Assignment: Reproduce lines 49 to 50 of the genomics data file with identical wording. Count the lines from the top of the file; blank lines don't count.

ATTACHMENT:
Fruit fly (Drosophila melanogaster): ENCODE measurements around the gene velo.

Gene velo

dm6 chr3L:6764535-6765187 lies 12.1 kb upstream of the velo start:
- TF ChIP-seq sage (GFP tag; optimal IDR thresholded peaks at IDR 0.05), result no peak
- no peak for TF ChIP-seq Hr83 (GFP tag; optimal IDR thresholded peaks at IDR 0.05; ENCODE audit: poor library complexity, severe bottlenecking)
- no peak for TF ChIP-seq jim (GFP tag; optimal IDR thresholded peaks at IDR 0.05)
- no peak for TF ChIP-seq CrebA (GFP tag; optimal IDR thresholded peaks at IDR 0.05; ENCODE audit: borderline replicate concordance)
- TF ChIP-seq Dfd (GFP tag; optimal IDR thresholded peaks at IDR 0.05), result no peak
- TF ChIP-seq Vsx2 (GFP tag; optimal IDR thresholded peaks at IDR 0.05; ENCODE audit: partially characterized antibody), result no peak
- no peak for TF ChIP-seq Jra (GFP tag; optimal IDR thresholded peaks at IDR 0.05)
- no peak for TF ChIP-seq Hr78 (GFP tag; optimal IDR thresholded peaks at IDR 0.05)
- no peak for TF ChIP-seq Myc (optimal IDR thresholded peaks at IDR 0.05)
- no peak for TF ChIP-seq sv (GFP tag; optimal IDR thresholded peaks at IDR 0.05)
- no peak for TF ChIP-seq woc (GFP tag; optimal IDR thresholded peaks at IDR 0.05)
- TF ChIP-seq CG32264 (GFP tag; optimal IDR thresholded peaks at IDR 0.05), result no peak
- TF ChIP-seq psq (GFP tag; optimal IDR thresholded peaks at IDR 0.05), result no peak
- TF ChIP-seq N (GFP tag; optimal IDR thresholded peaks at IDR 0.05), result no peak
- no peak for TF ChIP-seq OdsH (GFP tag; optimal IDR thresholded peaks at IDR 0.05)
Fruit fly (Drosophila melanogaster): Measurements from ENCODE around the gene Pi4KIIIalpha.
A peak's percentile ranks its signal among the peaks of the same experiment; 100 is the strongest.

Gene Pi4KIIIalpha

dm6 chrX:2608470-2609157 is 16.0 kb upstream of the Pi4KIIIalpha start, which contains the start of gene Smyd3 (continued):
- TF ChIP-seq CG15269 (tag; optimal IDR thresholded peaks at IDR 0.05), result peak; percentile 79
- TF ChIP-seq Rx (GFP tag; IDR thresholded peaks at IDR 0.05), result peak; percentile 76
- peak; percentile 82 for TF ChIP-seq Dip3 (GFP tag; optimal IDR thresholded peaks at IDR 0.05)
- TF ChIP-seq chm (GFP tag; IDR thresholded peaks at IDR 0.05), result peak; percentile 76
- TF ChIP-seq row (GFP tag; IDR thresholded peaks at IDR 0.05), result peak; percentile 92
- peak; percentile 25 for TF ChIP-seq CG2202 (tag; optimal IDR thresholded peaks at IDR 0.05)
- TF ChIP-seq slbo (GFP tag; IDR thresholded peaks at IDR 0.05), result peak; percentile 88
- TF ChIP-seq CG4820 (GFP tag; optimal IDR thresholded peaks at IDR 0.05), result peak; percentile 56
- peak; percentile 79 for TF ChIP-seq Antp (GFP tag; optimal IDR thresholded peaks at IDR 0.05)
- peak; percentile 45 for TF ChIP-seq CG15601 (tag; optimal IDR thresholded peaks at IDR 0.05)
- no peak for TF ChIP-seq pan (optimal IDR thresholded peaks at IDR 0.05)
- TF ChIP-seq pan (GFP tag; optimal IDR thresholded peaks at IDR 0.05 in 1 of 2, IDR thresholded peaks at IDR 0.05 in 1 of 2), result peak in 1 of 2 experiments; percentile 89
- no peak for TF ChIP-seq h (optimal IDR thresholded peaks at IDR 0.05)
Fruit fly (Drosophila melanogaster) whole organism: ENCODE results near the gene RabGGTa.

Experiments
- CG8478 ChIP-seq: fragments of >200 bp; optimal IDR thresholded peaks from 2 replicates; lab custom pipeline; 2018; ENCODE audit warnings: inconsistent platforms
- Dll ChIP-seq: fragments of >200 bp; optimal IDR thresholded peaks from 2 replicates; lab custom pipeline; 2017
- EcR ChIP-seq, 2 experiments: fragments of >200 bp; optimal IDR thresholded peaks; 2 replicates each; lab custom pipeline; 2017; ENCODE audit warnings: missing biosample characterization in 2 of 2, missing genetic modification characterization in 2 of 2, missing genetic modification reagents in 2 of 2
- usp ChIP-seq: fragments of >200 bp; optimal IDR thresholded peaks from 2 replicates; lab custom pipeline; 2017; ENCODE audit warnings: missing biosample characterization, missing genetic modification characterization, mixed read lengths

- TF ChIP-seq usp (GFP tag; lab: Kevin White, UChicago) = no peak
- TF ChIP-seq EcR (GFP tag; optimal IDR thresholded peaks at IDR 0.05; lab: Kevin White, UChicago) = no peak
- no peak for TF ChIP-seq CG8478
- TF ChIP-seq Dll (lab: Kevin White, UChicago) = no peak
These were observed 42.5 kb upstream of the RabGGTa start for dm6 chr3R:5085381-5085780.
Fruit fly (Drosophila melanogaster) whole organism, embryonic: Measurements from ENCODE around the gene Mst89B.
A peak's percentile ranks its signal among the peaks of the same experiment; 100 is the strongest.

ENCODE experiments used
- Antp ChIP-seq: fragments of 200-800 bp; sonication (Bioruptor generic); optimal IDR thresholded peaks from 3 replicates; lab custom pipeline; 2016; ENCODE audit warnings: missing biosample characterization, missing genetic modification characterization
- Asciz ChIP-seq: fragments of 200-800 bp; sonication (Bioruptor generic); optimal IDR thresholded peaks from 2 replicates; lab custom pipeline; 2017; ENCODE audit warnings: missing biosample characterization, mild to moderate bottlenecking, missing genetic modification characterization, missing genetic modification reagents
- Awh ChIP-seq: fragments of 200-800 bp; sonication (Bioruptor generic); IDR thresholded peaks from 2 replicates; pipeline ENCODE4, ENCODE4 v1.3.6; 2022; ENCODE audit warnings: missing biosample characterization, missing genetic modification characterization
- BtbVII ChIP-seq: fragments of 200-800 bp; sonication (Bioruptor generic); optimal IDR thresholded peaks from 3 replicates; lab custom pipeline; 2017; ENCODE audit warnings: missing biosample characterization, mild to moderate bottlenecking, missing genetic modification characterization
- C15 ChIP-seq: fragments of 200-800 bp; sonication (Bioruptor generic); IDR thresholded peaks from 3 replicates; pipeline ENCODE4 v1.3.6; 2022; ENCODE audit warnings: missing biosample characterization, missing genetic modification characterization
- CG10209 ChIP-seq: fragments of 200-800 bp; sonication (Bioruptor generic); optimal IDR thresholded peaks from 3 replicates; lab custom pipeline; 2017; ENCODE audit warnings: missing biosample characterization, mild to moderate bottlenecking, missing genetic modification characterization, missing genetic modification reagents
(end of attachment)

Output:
ENCODE experiments used
- Antp ChIP-seq: fragments of 200-800 bp; sonication (Bioruptor generic); optimal IDR thresholded peaks from 3 replicates; lab custom pipeline; 2016; ENCODE audit warnings: missing biosample characterization, missing genetic modification characterization